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Economy and Development

This page updated on-line at http://www.africafocus.org/intro-econ.php.

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Talking Points

  • Politicians and investors in Africa and around the world speak of creating good jobs. In practice they most often promote a market-fundamentalist development model that sheds jobs while increasing profits for the 1%.

  • The "Africa Rising" narrative celebrating rapid economic growth in many African countries contains a partial truth. New investment in extractive industries to serve world markets is growing, and there is rapid growth in information and communication technology as well.

  • But most Africans, whether in the rural areas or the burgeoning cities, have little access to the wealth created. Jobs in the formal sector do not come close to keeping up with expansion of the labor force. And government policies marginalize the interests of workers and small farmers.

  • Sustainable development depends on public investment in health, education, and infrastructure, but these investments fall far short of what is needed.

  • Significant change in economic policies, in Africa and around the world, will only come if there is active transnational mobilization for economic justice for the 99%. Such action must include not only political groups, but also unions, farmers' organizations, human rights groups, churches, and others in all sectors of society.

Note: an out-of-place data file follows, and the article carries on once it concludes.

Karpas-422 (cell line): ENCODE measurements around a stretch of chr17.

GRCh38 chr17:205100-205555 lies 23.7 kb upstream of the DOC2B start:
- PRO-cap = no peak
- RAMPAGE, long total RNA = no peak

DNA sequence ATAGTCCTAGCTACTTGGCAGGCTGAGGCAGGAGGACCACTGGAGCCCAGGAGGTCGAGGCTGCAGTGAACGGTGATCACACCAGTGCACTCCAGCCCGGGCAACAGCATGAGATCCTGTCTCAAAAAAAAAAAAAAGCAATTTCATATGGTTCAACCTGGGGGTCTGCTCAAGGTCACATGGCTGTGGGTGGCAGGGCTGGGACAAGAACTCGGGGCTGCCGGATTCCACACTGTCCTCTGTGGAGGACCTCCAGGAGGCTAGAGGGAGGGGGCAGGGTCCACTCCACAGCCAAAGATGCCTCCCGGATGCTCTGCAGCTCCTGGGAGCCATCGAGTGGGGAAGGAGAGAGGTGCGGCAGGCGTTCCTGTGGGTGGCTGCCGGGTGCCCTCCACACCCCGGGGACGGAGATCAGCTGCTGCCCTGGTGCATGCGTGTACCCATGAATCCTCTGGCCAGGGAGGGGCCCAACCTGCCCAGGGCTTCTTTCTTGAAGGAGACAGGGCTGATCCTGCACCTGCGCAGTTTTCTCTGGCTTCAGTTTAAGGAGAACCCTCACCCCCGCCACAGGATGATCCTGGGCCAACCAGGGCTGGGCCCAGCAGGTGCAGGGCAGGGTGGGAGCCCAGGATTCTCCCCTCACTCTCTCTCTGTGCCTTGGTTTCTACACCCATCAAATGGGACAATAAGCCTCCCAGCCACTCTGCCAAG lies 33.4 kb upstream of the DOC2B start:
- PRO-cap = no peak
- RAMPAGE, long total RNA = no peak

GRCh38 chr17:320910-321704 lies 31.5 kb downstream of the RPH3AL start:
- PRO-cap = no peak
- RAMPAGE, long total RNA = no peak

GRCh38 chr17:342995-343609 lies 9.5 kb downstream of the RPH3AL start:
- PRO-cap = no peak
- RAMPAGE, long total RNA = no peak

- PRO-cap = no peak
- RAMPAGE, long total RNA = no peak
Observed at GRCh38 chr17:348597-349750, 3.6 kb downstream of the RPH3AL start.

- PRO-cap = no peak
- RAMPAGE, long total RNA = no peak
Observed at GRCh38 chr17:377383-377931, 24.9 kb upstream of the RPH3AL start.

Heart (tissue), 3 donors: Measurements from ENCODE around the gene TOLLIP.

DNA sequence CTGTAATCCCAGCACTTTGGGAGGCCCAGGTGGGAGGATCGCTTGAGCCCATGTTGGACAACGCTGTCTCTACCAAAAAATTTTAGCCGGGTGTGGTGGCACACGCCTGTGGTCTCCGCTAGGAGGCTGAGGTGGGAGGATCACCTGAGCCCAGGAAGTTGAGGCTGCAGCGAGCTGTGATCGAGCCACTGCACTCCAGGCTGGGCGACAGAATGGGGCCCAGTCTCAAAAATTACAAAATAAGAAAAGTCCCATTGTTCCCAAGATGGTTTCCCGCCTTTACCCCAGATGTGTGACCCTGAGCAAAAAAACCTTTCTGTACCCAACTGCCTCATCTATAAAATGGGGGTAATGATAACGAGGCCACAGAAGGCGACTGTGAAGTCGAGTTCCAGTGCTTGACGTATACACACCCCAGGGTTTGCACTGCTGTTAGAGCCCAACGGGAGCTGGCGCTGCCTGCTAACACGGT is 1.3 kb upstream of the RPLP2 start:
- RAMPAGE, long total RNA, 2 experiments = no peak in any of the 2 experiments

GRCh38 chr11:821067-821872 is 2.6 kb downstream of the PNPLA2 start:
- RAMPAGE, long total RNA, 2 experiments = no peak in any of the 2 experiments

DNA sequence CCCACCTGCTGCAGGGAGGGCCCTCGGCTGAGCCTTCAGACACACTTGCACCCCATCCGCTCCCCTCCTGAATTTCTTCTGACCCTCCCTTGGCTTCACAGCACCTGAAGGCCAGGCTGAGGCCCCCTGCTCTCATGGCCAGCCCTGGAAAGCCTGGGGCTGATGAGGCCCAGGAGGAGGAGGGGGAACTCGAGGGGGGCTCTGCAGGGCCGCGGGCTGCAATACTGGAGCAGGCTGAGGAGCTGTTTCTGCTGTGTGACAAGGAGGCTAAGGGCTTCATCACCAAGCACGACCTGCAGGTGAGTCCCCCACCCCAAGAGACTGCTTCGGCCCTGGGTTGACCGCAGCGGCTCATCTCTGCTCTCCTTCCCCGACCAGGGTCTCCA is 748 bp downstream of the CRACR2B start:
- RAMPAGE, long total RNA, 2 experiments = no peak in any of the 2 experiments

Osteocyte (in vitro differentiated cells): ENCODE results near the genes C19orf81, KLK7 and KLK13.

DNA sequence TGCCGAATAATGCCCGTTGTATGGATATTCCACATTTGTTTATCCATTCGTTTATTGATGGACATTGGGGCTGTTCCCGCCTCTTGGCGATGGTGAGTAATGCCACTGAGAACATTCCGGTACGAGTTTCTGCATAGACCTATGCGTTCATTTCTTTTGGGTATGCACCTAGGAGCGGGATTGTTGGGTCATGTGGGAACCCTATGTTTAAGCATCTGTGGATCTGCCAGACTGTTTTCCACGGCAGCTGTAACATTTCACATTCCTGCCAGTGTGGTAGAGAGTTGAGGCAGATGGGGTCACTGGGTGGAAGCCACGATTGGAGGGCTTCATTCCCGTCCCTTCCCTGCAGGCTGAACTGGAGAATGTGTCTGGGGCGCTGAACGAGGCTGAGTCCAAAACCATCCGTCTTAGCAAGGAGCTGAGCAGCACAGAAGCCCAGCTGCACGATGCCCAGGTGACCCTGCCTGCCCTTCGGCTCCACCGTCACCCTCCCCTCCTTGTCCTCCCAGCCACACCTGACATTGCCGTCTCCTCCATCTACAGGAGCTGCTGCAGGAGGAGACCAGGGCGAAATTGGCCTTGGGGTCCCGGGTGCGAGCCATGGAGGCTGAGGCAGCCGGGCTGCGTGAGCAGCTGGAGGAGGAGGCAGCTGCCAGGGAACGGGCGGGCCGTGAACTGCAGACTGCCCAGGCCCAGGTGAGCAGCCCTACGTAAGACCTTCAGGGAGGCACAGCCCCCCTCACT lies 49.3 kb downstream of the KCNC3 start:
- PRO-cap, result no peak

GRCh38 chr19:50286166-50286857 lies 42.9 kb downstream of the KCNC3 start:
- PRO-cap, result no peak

South African platinum miners organize a wildcat strike in October 2012.
T-shirts refer to massacre of striking miners at Marikana in August that year.

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Most recent bulletins on economy and development

October 16, 2018  Africa/Global: Drug Company Profits vs. Public Health http://www.africafocus.org/docs18/drug1810.php
    "Oxfam examined publicly available data on subsidiaries of four of the largest US drug companies and found a striking pattern. In the countries analyzed that have standard corporate tax rates, rich or poor, the corporations’ pretax profits were low. In eight advanced economies, drug company profits averaged 7 percent, while in seven developing countries they averaged 5 percent. Yet globally, these corporations reported annual global profits of up to 30 percent. So where were the high profits? Tax havens. In four countries that charge low or no corporate tax rates, these companies posted skyrocketing 31 percent profit margins." - Oxfam, September 2018